SB95 and COVID-19 Supplemental Sick Leave: What Employers Must Know

SB95 and COVID-19 Supplemental Sick Leave: What Employers Must Know

On March 19, 2021, Governor Newsom signed legislation, effective immediately, that requires employers with 26 or more employees to provide up to 80 hours of COVID-19 supplemental paid sick leave for eligible employees. Small businesses employing 25 or fewer workers are exempt from the new Labor Code sections 248.2 and 248.3 created by SB95, but they can still offer supplemental paid sick leave and receive a federal tax credit, if eligible.

The Department of Labor Standards Enforcement has issued expanded FAQs regarding COVID-19 supplemental paid sick leave, which California employers with 26 or more employees are encouraged to carefully review. This information is available at 2021 COVID-19 Supplemental Paid Sick Leave FAQs . The following highlights some of the most important points of the new law. We encourage you to work with your employment counsel to answer questions specific to your workplace.

Is COVID-19 Supplemental Paid Sick Leave in Addition to Paid Sick Leave Already Taken Under the Healthy Workplaces, Healthy Families Act of 2014?

Yes. The total number of hours of COVID-19 supplemental paid sick leave that an eligible employee is entitled to is in addition to any paid sick leave otherwise available under Labor Code section 246.

When Does the Requirement for COVID-19 Supplemental Paid Sick Leave Begin and End?

SB 95 applies retroactively to sick leave taken beginning January 1, 2021 and it is effective until September 20, 2021. The obligation to pay retroactively is triggered by the employee’s oral or written request.

Which Employees are Eligible for COVID-19 Supplemental Paid Sick Leave?

A “covered employee” means “an employee who is unable to work or telework for an employer” because of specified reasons related to COVID-19, including the employee’s own illness, need to quarantine, vaccine appointment or experiencing symptoms as well as the employee needing to care for a family member being quarantined or suffering from COVID-19 or who needs to care for children who are at home for reasons related to COVID-19.

Both full-time and part-time employees are eligible for COVID-19 supplemental paid sick leave and it does not matter whether the employee had a regular schedule or a variable schedule.

What Can the COVID-19 Supplemental Paid Sick Leave Be Used For?

The supplemental paid sick leave can be used for:

  • The employees’ own illness due to COVID-19 or such illness of a child, parent/legal guardian, spouse/registered domestic partner, grandparent, grandchild, or sibling;
  • If the employee has been advised by the employee’s health care provider to quarantine due to concerns related to COVID-19;
  • If the employee needs to miss work to get vaccinated for protection against COVID-19;
  • If the employee experiences symptoms after receiving the vaccine that prevent the employee from being able to work or telework.

How is COVID-19 Supplemental Paid Sick Leave Calculated?

Nonexempt employees are to be paid the employee’s regular rate of pay for the pay period in which the leave is taken, the state minimum wage, or the local minimum wage, whichever is highest. The amount of COVID-19 supplemental paid sick leave is currently capped at $511 per day and $5,110 in the aggregate, but those amounts may change depending on federal developments.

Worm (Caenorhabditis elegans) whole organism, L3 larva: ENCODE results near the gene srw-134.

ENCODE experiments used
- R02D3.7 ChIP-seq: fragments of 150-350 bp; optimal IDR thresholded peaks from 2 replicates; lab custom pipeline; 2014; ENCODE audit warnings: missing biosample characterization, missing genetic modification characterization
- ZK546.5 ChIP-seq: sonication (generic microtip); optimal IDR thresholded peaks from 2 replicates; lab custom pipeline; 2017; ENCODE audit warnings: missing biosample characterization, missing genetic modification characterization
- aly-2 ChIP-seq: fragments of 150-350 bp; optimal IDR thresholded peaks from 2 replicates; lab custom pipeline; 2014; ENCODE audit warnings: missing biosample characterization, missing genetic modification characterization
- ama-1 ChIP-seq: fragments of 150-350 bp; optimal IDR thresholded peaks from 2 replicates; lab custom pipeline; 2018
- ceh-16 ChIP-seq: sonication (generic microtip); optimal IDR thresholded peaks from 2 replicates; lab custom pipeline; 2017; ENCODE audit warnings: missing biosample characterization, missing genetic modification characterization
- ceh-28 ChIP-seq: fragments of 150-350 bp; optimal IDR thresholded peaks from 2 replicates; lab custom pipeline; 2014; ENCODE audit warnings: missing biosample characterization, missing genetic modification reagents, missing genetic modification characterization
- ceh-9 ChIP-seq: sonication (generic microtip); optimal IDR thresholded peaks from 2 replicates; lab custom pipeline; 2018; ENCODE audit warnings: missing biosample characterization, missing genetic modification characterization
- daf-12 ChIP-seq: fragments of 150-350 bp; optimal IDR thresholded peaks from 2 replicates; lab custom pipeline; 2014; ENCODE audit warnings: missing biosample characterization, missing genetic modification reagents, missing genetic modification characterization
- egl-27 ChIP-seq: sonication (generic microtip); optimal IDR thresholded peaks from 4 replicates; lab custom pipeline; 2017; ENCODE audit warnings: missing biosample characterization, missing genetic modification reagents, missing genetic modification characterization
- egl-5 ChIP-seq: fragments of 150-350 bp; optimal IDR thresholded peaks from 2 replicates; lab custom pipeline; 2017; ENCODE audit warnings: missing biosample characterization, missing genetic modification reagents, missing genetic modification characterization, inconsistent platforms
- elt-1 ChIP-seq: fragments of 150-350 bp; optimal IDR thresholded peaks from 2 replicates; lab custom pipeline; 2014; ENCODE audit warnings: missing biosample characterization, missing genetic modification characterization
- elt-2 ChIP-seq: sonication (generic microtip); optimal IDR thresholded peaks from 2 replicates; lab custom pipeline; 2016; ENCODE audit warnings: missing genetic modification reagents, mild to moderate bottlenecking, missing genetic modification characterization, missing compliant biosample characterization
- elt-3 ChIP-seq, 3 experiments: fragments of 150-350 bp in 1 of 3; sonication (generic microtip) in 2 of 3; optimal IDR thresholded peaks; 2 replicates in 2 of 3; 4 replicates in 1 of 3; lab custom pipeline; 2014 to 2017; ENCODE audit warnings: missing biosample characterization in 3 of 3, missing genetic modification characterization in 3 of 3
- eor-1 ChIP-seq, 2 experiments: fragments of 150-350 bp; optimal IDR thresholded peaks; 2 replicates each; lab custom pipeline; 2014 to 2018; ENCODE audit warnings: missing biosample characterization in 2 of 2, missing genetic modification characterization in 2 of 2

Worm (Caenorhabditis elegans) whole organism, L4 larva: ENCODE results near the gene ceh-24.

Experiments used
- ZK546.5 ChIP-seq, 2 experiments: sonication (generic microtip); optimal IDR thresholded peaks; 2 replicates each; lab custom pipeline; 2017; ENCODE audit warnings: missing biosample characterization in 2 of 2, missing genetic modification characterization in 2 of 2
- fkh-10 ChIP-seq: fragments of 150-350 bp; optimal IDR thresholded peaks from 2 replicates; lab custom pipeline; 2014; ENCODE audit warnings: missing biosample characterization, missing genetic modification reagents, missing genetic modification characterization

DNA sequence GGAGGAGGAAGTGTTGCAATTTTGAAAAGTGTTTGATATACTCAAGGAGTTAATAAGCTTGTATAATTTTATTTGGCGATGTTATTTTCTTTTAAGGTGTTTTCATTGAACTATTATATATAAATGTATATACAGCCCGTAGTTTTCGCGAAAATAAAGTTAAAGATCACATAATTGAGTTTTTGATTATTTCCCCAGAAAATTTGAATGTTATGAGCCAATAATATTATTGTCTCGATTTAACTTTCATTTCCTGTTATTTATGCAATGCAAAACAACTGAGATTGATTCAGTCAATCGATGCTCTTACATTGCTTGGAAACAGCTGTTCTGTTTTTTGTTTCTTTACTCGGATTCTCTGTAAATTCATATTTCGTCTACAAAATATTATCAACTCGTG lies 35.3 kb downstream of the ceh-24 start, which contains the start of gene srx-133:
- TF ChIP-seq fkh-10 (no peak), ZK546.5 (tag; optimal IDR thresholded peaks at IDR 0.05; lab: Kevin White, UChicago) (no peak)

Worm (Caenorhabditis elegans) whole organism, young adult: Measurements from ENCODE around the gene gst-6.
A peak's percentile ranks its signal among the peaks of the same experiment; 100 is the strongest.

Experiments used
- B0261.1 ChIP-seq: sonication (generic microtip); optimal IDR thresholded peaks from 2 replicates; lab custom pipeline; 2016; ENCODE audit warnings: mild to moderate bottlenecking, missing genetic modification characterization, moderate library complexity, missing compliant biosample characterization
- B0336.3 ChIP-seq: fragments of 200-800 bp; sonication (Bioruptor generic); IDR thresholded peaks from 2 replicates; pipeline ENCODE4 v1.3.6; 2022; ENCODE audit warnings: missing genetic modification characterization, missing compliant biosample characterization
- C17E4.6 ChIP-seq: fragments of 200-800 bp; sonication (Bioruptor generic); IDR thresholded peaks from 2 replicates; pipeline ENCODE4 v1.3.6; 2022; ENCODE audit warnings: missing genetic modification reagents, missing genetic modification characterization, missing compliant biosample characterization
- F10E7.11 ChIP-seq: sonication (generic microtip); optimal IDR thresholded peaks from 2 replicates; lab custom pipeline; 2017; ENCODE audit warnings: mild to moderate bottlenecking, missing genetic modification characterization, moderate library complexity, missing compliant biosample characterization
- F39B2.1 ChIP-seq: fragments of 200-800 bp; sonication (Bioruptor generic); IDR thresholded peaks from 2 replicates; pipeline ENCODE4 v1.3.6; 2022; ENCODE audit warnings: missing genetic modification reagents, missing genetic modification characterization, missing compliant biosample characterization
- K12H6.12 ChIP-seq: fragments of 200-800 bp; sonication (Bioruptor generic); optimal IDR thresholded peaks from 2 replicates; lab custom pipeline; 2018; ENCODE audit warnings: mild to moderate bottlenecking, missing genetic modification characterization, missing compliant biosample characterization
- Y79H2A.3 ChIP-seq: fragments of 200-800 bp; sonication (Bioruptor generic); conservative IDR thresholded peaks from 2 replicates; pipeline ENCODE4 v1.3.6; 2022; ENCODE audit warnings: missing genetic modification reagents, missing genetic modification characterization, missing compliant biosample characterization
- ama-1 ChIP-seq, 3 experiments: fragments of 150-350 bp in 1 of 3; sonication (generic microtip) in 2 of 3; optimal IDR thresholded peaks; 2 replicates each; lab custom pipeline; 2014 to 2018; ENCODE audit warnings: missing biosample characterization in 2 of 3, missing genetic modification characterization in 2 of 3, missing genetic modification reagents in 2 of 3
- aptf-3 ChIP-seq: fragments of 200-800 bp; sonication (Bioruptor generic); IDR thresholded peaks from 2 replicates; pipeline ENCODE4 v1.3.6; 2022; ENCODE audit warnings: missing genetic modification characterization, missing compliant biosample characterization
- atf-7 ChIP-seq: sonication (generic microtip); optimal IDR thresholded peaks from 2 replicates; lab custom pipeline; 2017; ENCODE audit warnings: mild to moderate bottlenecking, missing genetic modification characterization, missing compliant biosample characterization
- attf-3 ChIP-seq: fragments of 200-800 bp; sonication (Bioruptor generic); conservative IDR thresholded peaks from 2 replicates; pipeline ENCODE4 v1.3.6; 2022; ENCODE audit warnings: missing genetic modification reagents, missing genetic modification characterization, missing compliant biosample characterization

Can an Employer Require the Employee to Take Other Forms of Leave Before Taking COVID-19 Supplemental Paid Sick Leave?

No. Employers may not require the employee to use other paid or unpaid leave, paid time off, or vacation time provided by the employer before that employee uses COVID-19 supplemental paid sick leave or instead of using the supplemental paid sick leave.

Does the Employer Have to Give Employees Notice of COVID-19 Supplemental Paid Sick Leave?

Yes. The Labor Commissioner has released the required poster that must be posted in the workplace, which can be found at the following link: 2021 COVID-19 Supplemental Paid Sick Leave. For employees who are not physically working in the workplace, employers may provide the notice electronically.

What Records Must the Employer Keep Relating to COVID-19 Supplemental Paid Sick Leave?

COVID-19 supplemental paid sick leave must be tracked separately from paid sick days, and it must be included on a written notice setting forth available paid sick leave or PTO. The written notice can be the wage statement or a separate writing. If an employer provides unlimited paid sick leave, noting “unlimited” as the amount available satisfies this requirement.

Are There Any Other Requirements Tied to This Bill?

Yes. There are different calculations regarding COVID-19 supplemental paid sick leave for certain firefighters and for covered employees working fewer or variable hours, as specified. The bill also creates Labor Code section 248.3, which governs COVID-19 supplemental paid sick leave for specified in-home supportive service providers and personal waiver care service providers. If these may impact you, contact your legal counsel for additional information.

Where Can Employers Find More Information?

Before acting on any of the information presented in this article, employers should consult with their legal counsel. The above information is provided for educational use and is not to be considered legal advice for anyone’s specific situation. Jenny Shin is an attorney licensed to practice in the State of California who practices through JDS Law, Inc., a professional law corporation located in Temecula, California. Additional resources are available on the State of California’s website. You can also contact our law office with further questions or for help understanding how the new law applies to your situation.

Categories: COVID-19, Employment

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